Sometimes we American adoptive parents can forget the feelings of our children’s fellow citizens about the loss of their children.
I’ve known many Ethiopians who are grateful to be in the United States, because there are truly far more economic and educational options here for them. I know many Ethiopians here in the US who are working hard to bring their relatives to the US, and who send money back to their families in Ethiopia, hoping to help them in small and large ways. I’ve had many Ethiopians express gratitude to me for adopting my girls. And I believe that when Ethiopians express gratitude to me for having adopted two girls, their thanks are tinged with wistfulness and sorrow that the girls had to lose their culture, their family, their language, their heritage, their people to be here.
The trial of Larry and Carri Williams in Washington state captured attention around the world, as people shared sorrow and outrage, hearing what happened to young Hana Alemu, an Ethiopian adoptee, and to Immanuel, both of whom were adopted by the Williamses. The Williamses were convicted on August of homicide by abuse, manslaughter, and first degree assault of a child; their sentencing is now scheduled for October 29.
As an adoptive parent of Ethiopian twin daughters, my heart ached for Hana and Immanuel. In the course of watching the trial unfold, I shared a number of conversations with adult international adoptees, as we sought to understand, grieve, and listen together. I also talked often with members of the Ethiopian community in Seattle and in Skagit County. Their grief was especially poignant.
In some ways, there is no understanding what happened in the Williams family. It is a tragedy for everyone involved. And it may seem simplistic or fatuous to suggest that any good can come from this harrowing case.
Yet I believe that good is indeed possible. I wrote about Hana’s Legacy here, and that gives some ideas for change and hope.
I have had a long-standing connection with the beautiful, complex, ancient country of Ethiopia for nearly 2 decades, as a result of adoption. I’ve long been interested in literacy and I love libraries, so my connection with Ethiopia Reads makes sense. Ethiopia Reads promotes literacy in Ethiopia, provides books in local languages, and has planted libraries in every region of that large country. I’ve been on the Ethiopia Reads Board, I’ve visited the Awassa Reading Center and other libraries, and I remain committed to the idea that with literacy can come empowerment and possibilities, especially for children, especially for girls.
Two talented Ethiopian artists, both of whom now live in the Seattle area, have also been wonderful, powerful friends of Ethiopia Reads. Both have also, like so many members of the Ethiopian community in Washington state and around the globe, grieved for Hana and Immanuel. Yadesa Bojia is an amazing artist and musician. Please take time to learn about him here. Sultan Mohamed is also an accomplished artist. You can read more about him here.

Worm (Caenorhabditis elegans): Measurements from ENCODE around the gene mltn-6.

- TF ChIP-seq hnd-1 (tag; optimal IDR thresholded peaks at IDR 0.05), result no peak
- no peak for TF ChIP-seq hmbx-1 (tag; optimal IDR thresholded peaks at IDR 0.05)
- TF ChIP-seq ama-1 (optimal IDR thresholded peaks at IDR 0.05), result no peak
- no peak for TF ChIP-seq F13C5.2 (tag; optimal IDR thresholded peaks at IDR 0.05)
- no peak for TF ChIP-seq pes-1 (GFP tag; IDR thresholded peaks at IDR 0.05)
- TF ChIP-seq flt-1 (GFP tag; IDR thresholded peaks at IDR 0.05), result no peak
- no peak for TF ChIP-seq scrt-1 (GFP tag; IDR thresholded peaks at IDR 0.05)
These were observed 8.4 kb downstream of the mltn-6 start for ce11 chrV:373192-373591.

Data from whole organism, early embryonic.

Both of these men have supported the work of Ethiopia Reads (and other important Ethiopian causes), through their time, their good hearts, and their incredible art.
Here is one of Yadi’s newest paintings:
To me, the painting shows the fire, the power, the light that can be created through reading. It’s a shared joy and gift between mother and child. It’s the mother’s knowledge of what reading and education can mean for her children, who have so much potential, given the opportunities.
Here is one of Sultan’s:
Note the photo of Hana, surrounded by Ethiopian faces, perhaps angels, but certainly reminding us she is neither alone nor forgotten. Amharic writing engulfs her as well, ensuring us that she remains connected with her roots, her language, the sounds and words of those who loved her in Ethiopia and beyond.
These talented artists, these good men, have donated their paintings to an upcoming event (December 14, in Seattle, information provided below) to raise funds for Ethiopia Reads. I am in awe of their generous hearts, and of their deep commitment to children whose lives can change through literacy.
It may seem paradoxical that adoptive parents should work to ensure that fewer children need to be adopted, but it’s true. May we continue to move toward a world where all children can read, and thus be empowered in this world. May all children have safe, loving families, who can keep them and provide for them all that they dream of.
Information about Ethiopia Reads and the December event is available here. If you are looking for a small, effective organization that has opened libraries across Ethiopia where there were none, that has trained and employed Ethiopian teachers and librarians to sustain the libraries, that has worked with the local community in a respectful, transparent way, please look into Ethiopia Reads.